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If I earn more than he does, is he more likely to cheat?

Back in the 70s, there was a popular perfume being marketed to the woman who could do it all — bring home the bacon, fry it up in the pan and never let her husband forget he was a man. It seemed that a woman like that truly could have it all, whatever "it" currently represented.

However, one survey put out by Working Mother Media suggests that these female breadwinners may not be the ideal to which married women should aspire. Research suggests that men who are totally financially dependent upon their wives had higher risks of cheating on them, with three times higher rates of infidelities than those men who were themselves the breadwinners in their relationships.

The author of the study, a University of Connecticut assistant sociology professor, blamed the higher rates of cheating on traditional perceptions of "cultural notions of what it means to be a man and what ... the social expectations are for masculinity."

Men's masculinity can be threatened by the concept of economic dependence on women, e.g., their wives. Some, in order to re-claim their masculine roles in the relationships, may consciously or unconsciously turn to another woman when they perceive a threat to their status.

Conversely, female breadwinners with husbands who were economically dependent on them had the least instances of cheating among the female participants.

It's likely that their recognition of their gender role reversals in their marriages may give them twinges of guilt for splintering social norms. They may even feel compelled to boost their spouse's masculinity by taking on more typically feminine tasks like housework in addition to working full-time.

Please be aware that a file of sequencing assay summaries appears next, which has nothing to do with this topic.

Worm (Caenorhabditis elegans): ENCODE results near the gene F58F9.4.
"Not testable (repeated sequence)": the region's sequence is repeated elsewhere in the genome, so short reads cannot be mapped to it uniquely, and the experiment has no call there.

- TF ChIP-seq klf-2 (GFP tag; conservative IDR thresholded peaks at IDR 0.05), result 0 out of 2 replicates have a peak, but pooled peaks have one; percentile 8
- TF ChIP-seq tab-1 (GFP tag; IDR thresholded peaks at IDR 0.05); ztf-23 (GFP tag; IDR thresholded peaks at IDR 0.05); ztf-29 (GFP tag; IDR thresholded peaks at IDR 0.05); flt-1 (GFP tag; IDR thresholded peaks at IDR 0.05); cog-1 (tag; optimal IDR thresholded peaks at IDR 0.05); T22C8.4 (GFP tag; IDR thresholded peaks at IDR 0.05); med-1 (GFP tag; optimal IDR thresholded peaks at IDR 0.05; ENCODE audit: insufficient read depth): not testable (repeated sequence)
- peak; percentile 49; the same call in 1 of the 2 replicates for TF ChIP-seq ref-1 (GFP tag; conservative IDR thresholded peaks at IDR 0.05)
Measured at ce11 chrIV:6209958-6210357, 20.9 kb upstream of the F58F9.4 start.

These women also may be less prone to cheat because there simply aren't enough hours in the day to have assignations with another partner.

Statistics provided by the Pew Research Center indicate that 40 percent of families with children have a woman who is either the primary or sole provider for the family. As women continue to further their educations, this trend will likely continue, even though some college and grad school men surveyed seemed sure that their present or future spouses will be the supplemental earners in the relationships.

While it may be important who earns the money during the marriage, it becomes even more so during a divorce. If you are the breadwinner, your husband may seek spousal support from your earnings.

Source: CNN, "Husbands of female breadwinners most at risk for cheating, says study," Kelly Wallace, accessed Jan. 06, 2017

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